Wednesday, September 30, 2009

How to Treat Mange

Dog mange is a condition caused by the Demodex mite that causes irritation to the skin and hair loss. Most cases of mange appear in young dogs. Demodectic mange or Demodicosis is caused by the Demodex mite. The mite can be found in hair follicles. The Demodex mite, in small numbers is normal to be present on the skin of pet. Only when the mite begins to reproduce rapidly it causes the demodectic mange disease also called mange.

Treatment of canine mange

If the disease is temperate usually it heals spontaneously. Statistics show that 90% of demodectic mange cases are localized and can be treated locally. As a local treatment can be diluted Amitraz (3ml to 30 ml of mineral oil), or 1% rotenone ointment (Goodwinol ointment) and applied on the skin daily. In some cases these wounds will heal on their own but they may get worse before they improve. The numbers of mites should be reduced after only four weeks of treatment.

If the number of mites hasn’t reduced, the disease probably should be treated as a generalized form. If a dog develops generalized demodicosis, more aggressive treatment is usually needed. Although treatment is recommended, studies show that 30% to 50 % of generalized cases of mange heal will recover on their own without any treatment.

As a first step in treating the generalized form of mange you should start the treatment with a prescription product called Amitraz (Mitaban-Upjohn). Amitraz dips must be applied every two weeks. Before starting the treatment it is recommended that medium-length and longhaired dogs breeds to be clipped short, so that the solution can get into contact with the skin. First you have to wash the dog entirely with an antibacterial shampoo, like benzoyl peroxide shampoos, and carefully towel dry the dog. Before washing you dog with benzoyl peroxide shampoo you should apply a protective ophthalmic ointment to the eyes of the pet. After drying the dog, apply the Amitraz. Don’t forget to wear protective gloves when applying the Amitraz. Let your pet air-dry after the Amitraz dips. You might also want to administer an antibiotic to control secondary skin infections. This treatment require between 4 and 14 dips given at 2 week intervals. Skin scrapings should be tested for mites after every 4 dips. The treatment should continue until no mites will be found after two consecutive treatments. Dogs with generalized mange can be considered cured only after one year from the last treatment, if no mites we’re found during this period. As side effects to the Amitraz dips, some dogs may feel sedation or nausea.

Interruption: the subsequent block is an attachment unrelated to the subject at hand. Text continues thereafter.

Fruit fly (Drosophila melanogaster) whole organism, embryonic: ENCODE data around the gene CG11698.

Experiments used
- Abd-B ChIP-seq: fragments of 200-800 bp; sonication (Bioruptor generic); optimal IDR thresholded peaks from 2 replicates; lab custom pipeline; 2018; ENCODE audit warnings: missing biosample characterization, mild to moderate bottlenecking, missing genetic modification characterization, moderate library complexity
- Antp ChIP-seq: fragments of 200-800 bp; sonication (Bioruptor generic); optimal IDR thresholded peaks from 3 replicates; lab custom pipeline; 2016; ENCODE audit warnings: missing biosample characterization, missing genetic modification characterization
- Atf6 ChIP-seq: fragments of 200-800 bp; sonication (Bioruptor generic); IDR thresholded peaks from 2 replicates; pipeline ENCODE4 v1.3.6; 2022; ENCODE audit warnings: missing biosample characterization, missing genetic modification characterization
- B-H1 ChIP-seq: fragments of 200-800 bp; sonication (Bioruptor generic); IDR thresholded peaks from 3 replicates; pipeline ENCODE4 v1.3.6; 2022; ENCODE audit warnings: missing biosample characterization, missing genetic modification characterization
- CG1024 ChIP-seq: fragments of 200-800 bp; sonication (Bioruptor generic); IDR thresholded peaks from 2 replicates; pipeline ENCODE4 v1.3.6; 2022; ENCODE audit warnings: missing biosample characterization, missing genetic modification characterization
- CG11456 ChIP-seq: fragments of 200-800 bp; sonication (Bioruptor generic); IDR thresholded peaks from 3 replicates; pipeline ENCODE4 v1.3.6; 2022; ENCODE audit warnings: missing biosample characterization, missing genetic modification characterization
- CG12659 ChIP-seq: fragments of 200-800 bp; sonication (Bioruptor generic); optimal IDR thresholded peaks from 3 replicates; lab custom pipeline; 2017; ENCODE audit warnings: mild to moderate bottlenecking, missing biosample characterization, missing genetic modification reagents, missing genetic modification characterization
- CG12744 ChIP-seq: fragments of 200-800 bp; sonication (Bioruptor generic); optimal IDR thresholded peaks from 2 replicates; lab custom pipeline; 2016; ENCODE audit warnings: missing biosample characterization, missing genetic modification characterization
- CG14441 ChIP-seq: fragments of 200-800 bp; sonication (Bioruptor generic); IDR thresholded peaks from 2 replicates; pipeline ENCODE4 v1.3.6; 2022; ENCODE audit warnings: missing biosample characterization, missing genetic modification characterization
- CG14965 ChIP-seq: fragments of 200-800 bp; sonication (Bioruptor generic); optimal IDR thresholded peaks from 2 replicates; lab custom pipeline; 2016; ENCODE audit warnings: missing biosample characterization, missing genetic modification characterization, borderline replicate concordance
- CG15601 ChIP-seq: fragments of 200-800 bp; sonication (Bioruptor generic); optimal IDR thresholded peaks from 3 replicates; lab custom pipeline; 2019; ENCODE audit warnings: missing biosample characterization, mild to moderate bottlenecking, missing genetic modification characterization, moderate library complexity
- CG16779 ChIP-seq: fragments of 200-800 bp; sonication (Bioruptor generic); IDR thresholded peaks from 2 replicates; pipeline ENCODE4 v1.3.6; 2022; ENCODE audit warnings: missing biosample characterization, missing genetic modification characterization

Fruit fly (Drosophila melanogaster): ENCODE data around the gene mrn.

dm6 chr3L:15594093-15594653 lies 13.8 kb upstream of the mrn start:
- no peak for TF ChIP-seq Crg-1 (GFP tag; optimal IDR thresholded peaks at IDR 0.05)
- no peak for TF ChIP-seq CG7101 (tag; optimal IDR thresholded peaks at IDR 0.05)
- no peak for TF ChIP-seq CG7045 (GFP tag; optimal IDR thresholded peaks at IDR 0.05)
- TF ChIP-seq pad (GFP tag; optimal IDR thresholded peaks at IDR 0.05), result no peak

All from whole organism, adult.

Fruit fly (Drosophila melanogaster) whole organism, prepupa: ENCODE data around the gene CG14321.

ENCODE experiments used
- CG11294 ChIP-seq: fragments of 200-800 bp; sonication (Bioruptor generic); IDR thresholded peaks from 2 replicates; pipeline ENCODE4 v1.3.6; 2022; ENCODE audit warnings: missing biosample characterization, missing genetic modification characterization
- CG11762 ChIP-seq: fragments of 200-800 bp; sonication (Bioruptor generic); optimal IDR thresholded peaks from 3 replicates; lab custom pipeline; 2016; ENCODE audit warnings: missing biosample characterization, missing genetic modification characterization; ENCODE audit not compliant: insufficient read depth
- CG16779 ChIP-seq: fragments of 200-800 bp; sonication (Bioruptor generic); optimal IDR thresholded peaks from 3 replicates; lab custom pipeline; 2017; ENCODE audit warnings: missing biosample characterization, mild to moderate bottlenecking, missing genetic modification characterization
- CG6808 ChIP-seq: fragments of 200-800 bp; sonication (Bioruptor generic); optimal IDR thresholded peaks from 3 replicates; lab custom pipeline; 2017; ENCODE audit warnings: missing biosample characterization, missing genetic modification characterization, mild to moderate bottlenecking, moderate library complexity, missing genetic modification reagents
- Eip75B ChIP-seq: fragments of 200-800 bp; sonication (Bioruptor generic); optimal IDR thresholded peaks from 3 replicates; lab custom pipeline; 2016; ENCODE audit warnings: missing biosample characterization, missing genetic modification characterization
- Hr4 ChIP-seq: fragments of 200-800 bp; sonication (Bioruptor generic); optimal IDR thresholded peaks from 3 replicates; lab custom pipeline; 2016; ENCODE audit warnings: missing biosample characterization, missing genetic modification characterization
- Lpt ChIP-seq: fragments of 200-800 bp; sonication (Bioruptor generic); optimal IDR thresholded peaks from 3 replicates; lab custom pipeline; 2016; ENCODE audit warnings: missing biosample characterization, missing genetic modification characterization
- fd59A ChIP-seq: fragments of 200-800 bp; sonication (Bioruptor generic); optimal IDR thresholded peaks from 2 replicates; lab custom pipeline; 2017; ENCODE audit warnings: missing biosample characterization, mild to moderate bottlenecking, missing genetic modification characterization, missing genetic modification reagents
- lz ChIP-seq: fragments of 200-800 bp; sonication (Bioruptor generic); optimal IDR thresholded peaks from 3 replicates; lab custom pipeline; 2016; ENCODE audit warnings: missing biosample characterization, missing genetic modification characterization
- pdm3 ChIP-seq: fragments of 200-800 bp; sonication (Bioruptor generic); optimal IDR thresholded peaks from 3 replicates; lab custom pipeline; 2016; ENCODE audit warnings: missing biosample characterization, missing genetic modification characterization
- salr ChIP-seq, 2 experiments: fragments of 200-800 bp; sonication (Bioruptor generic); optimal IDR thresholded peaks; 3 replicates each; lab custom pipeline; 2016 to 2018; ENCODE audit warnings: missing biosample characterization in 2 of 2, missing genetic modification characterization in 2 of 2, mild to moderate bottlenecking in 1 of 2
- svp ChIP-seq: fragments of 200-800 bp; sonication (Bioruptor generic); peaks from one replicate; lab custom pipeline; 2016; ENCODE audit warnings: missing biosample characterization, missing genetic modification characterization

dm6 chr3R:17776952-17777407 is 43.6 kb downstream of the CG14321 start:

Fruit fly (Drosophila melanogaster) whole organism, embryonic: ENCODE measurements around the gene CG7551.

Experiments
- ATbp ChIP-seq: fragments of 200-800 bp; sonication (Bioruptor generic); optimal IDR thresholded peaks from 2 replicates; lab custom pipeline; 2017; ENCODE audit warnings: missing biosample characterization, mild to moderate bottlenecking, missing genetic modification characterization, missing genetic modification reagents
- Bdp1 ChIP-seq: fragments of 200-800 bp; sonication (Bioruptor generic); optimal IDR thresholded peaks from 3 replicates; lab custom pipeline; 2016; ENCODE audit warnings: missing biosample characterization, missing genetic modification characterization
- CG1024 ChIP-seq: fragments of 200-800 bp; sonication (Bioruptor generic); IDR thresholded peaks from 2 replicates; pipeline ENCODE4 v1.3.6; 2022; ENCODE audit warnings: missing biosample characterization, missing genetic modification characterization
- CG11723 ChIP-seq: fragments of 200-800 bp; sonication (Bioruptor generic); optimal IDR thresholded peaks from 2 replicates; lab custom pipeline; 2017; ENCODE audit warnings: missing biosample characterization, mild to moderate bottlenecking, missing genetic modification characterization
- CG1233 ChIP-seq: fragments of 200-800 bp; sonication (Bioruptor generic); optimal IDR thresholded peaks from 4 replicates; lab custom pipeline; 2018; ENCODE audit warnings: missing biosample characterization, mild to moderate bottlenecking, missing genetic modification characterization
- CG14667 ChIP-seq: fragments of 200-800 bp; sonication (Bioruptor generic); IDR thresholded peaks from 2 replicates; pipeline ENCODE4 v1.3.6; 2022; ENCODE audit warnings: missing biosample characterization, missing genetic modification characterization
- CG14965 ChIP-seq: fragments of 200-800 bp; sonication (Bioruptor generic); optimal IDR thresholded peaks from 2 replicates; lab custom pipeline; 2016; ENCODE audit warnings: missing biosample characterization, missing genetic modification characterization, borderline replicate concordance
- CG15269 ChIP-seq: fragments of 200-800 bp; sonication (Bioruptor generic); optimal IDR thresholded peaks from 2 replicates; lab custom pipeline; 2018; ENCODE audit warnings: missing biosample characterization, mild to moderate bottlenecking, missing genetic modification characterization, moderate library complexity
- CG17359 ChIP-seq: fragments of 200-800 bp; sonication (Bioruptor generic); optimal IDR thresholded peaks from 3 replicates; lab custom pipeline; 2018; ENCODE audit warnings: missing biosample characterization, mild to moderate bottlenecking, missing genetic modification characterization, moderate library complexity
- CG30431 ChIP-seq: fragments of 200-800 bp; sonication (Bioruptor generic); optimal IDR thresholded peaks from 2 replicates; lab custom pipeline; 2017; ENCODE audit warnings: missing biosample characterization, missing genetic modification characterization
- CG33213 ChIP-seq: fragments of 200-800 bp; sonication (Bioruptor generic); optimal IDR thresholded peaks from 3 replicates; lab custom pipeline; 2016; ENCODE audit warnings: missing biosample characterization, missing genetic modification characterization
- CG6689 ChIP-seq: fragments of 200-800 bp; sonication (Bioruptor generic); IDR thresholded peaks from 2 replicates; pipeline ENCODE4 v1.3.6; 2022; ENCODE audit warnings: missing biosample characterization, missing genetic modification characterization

Some dogs may not respond to this treatment. Although Ivemectin is not licensed for the treatment of demodectic mange, this is used by some veterinarians as treatment for this disease. In some cases, this drug offered good results. Large daily doses of liquid ivermectin must be administered so that the active ingredient should be effective against the Demodex mite. This should only be administered under close veterinary supervision. A second option if Amitraz dips did not work for your dog is Interceptor or Moxidectin. This is may be more effective than Ivemectin. No matter the treatment you choose to treat your dog for mange, you should first speak with a veterinarian.

By. Anne Ming

Tuesday, September 22, 2009

Infectious Canine Hepatitis - a Look at Hepatitis in Dogs

Infectious canine hepatitis is a highly contagious disease. The virus that causes this disease can cause damage to your dog's liver as well as other organs. If treatment isn't sought quickly, the disease is usually fatal. Puppies are especially susceptible to life-threatening complications.


As mentioned earlier, hepatitis in dogs is caused by a virus. The specific virus is canine adenovirus type 1, also referred to as CAV-1. It is transmitted through contact with infected animals and objects. Common objects that can harbor the virus include feces, food bowls, and water dishes. The virus can also be transmitted by parasites such as mosquitoes, ticks, and fleas. In some cases, it can also be inhaled.